Tripartite governance

Regarding the long-contested issue of UN-Habitat governance, the tripartite system of ILO – with governments, employers and workers structured equally – represents an organizational model that would suit changing global power relations, with stakeholders such as national and local governments, civil society/“business” in separate “houses” with equal voices. Similar mechanisms and experiences can be traced to the former Commission for Sustainable Development, or the “major groups” approach. Establishing an urban Special Agency with enhanced status and authority would create new enthusiasm and the potential to build bridges between G 77/China and the OECD countries in issues such as governance. 

When UN-Habitat was raised from centre to programme in 2001-2, it gave new resources, energy and inspiration to the urban cause. Its budgets were increased multiple times from 2002 to 2011. Core support has since shrunk from US$17 million in 2011 to US$2 million in 2017. There is an urgent need to mobilise new resources locally, nationally and internationally for urban development and a new architecture.  For instance, since 1970 poverty-oriented urban assistance has stood at only 4-5 per cent of Official Development Assistance.  


What's in it for us?

At the same time, the days of UN organisations as multilateral donors working along a North-South axis – as reflected in the Millennium Development Goals’ focus on the “South” – are gone with the globally oriented Sustainable Development Goals (SDGs). The UN has regained its universal mandate. In this context Northern, smaller, like-minded and financially strong member countries increasingly ask themselves, “What’s in it for us?” Climate, security, refugees, migration, epidemics, and crime are urban challenges that Northern states and cities also encounter. A strengthened UN-Habitat could contribute significantly to increased interest in Arctic cities and their “small peoples” facing dramatic climate challenges. The crux of the matter is that smaller Northern countries are tired of paying for influential member states’ international staff, consultants and flag-waiving.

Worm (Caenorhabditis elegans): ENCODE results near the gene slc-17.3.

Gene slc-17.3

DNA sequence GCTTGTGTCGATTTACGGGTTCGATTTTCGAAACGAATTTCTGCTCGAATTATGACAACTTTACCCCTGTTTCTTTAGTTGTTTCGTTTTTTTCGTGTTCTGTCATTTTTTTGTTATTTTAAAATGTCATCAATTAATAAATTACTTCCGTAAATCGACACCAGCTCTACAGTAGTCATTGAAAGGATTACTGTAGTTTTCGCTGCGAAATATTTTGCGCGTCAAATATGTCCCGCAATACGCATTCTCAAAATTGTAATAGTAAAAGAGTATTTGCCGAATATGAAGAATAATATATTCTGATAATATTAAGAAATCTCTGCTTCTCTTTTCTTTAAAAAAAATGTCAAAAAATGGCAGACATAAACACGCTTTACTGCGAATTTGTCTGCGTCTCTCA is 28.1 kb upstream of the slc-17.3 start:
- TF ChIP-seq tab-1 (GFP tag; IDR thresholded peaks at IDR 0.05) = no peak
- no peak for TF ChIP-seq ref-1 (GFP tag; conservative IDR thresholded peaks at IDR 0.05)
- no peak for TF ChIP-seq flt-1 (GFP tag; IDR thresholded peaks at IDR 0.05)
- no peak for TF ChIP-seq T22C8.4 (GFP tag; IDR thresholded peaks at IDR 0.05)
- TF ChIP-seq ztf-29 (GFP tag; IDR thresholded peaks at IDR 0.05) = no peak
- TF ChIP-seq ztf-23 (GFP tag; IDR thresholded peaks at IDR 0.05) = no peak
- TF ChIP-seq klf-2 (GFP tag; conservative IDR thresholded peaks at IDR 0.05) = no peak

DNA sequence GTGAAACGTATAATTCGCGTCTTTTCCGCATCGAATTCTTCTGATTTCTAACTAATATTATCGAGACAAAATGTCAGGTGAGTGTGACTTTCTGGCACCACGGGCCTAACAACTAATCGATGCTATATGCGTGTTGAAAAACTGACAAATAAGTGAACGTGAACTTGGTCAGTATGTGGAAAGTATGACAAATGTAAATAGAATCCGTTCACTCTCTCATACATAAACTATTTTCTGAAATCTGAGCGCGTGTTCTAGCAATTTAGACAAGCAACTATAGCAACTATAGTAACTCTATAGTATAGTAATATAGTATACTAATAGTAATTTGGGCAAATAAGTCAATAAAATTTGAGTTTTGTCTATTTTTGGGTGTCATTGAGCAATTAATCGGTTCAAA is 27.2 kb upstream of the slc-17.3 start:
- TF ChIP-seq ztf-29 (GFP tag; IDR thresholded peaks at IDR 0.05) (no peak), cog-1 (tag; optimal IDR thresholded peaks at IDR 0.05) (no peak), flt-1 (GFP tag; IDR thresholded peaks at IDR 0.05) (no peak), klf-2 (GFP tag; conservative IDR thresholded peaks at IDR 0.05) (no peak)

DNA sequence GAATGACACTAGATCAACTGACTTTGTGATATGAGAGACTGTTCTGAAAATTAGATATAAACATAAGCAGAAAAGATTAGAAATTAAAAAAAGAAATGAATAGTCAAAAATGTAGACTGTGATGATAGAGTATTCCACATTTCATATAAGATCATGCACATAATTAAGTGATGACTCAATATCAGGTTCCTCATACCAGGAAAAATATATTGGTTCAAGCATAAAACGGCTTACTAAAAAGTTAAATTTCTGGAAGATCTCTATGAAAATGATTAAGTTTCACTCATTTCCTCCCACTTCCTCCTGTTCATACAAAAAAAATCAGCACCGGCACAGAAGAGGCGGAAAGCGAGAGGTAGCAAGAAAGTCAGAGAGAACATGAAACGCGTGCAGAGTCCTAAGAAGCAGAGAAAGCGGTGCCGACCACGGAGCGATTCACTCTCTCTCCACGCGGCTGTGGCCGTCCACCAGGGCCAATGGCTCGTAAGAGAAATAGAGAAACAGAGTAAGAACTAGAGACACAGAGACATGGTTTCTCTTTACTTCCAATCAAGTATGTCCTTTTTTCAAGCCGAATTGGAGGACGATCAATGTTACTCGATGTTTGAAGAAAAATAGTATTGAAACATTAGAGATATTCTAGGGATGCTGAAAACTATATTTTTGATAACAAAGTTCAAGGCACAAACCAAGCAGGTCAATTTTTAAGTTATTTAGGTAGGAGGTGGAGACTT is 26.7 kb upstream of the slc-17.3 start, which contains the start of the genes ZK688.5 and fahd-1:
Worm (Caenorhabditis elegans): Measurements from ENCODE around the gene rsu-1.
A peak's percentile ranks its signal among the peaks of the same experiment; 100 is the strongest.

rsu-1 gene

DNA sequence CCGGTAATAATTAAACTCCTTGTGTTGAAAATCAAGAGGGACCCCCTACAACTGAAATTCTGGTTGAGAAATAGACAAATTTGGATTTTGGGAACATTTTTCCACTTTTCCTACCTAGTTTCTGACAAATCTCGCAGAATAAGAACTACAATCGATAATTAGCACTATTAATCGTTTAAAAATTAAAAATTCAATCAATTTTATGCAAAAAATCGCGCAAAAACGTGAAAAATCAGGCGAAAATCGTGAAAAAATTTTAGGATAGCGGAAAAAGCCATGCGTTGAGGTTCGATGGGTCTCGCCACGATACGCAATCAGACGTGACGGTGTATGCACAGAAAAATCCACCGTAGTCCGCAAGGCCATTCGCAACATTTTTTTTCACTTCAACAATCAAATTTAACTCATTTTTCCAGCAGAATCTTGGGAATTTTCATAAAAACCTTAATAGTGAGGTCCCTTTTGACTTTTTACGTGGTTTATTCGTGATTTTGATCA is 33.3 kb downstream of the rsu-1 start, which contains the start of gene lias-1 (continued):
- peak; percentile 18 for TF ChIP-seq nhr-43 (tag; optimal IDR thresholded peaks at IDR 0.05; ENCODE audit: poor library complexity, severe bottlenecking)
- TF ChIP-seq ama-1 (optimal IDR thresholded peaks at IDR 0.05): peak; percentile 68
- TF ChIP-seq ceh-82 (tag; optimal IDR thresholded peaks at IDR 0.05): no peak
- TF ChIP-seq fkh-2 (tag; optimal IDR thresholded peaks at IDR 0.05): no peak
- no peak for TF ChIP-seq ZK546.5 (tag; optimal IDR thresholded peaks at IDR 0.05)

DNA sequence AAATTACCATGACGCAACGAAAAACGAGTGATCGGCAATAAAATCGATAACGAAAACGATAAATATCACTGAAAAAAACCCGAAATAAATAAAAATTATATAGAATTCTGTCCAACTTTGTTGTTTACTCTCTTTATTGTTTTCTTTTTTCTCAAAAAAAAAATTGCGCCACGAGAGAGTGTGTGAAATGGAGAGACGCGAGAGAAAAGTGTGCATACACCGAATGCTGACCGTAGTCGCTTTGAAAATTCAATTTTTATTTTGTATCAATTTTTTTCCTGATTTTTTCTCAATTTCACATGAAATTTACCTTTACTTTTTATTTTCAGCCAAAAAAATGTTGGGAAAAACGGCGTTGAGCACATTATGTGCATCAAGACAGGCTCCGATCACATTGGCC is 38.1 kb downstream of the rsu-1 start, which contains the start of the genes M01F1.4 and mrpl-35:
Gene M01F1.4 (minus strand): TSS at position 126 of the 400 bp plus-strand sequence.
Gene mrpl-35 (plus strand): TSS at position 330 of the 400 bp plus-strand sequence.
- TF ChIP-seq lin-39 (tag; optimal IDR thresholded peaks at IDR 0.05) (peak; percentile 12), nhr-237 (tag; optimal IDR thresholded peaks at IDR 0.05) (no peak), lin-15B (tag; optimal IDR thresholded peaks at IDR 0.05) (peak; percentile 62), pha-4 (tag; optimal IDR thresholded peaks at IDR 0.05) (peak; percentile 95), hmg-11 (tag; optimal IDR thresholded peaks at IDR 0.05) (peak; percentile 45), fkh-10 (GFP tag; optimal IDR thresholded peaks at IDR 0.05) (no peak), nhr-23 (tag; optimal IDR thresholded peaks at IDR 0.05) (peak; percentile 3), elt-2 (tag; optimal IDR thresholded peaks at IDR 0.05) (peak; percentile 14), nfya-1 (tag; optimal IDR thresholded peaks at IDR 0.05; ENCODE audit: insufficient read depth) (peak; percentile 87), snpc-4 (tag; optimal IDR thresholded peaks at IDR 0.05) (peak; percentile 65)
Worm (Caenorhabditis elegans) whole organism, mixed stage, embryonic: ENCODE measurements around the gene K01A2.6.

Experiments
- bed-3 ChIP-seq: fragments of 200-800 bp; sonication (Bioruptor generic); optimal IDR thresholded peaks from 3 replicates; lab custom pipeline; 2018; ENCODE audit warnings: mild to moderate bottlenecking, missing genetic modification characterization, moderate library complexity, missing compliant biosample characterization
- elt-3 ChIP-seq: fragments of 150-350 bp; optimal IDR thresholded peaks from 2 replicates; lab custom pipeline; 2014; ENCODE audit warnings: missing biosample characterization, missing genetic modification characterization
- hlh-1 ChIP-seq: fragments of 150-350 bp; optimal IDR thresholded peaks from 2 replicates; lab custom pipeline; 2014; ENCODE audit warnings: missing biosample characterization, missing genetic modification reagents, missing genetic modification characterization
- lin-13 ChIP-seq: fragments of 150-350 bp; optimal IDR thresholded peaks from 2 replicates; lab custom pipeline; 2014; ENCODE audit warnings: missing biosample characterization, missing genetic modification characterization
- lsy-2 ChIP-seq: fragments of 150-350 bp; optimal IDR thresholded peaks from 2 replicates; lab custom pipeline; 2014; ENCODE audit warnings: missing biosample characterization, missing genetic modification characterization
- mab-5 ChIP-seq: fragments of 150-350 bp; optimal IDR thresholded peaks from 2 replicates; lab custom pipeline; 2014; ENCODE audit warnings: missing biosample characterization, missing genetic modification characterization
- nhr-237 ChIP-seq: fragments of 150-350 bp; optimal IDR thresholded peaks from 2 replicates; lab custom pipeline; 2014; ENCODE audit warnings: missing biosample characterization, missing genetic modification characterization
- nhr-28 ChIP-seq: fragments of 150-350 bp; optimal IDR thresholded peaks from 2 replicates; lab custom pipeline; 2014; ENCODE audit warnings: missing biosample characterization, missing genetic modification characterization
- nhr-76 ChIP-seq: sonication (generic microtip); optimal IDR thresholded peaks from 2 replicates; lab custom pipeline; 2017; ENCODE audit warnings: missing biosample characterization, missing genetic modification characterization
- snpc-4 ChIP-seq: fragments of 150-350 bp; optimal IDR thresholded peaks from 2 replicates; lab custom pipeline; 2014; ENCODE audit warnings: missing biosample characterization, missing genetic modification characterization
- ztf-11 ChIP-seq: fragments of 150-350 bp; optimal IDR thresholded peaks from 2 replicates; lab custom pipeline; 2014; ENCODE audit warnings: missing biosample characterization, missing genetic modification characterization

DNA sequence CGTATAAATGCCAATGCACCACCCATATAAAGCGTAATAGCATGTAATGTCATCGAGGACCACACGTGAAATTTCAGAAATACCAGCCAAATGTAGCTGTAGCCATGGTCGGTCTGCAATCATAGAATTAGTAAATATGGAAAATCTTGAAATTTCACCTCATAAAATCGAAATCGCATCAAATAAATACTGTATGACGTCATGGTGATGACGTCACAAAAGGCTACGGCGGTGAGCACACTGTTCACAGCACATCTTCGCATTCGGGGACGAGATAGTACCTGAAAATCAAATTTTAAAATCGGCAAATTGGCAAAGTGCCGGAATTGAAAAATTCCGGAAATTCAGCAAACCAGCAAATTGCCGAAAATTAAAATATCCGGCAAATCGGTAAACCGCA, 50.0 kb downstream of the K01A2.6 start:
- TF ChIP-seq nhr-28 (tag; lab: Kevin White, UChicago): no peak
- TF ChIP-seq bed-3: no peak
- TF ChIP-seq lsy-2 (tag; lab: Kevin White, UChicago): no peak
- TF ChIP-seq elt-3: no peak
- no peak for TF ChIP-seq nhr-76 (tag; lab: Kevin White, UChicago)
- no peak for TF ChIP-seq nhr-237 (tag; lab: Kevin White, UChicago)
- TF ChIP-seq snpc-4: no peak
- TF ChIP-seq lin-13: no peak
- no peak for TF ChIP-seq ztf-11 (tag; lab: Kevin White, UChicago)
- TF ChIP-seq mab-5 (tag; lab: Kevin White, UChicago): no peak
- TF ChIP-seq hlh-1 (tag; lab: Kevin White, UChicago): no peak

New systems require new organisation

A strong urban UN agency is needed now more than ever. The global multidimensional urban crises have reached a level where alternatives are too ghastly to contemplate. Strong civil society and local government organisations need to coordinate and convey this message with strength and clarity to relevant global trendsetters and decision makers.